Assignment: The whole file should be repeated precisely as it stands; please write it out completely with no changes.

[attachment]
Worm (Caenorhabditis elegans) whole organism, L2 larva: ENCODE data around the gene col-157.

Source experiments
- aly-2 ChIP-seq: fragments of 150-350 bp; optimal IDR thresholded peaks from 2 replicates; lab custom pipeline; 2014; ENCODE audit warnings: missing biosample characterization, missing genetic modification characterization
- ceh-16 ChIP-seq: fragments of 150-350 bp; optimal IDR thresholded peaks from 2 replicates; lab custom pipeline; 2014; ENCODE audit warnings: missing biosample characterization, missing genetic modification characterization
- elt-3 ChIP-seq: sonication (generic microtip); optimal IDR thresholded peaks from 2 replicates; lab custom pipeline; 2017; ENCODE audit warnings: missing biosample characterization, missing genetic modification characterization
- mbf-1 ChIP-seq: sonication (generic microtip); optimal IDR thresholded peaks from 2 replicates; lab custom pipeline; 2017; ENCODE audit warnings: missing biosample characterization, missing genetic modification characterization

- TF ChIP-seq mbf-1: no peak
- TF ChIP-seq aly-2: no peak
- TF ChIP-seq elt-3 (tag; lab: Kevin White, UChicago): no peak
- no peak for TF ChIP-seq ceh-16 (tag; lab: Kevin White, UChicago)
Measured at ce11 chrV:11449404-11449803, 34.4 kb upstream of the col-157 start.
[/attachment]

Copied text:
Worm (Caenorhabditis elegans) whole organism, L2 larva: ENCODE data around the gene col-157.

Source experiments
- aly-2 ChIP-seq: fragments of 150-350 bp; optimal IDR thresholded peaks from 2 replicates; lab custom pipeline; 2014; ENCODE audit warnings: missing biosample characterization, missing genetic modification characterization
- ceh-16 ChIP-seq: fragments of 150-350 bp; optimal IDR thresholded peaks from 2 replicates; lab custom pipeline; 2014; ENCODE audit warnings: missing biosample characterization, missing genetic modification characterization
- elt-3 ChIP-seq: sonication (generic microtip); optimal IDR thresholded peaks from 2 replicates; lab custom pipeline; 2017; ENCODE audit warnings: missing biosample characterization, missing genetic modification characterization
- mbf-1 ChIP-seq: sonication (generic microtip); optimal IDR thresholded peaks from 2 replicates; lab custom pipeline; 2017; ENCODE audit warnings: missing biosample characterization, missing genetic modification characterization

- TF ChIP-seq mbf-1: no peak
- TF ChIP-seq aly-2: no peak
- TF ChIP-seq elt-3 (tag; lab: Kevin White, UChicago): no peak
- no peak for TF ChIP-seq ceh-16 (tag; lab: Kevin White, UChicago)
Measured at ce11 chrV:11449404-11449803, 34.4 kb upstream of the col-157 start.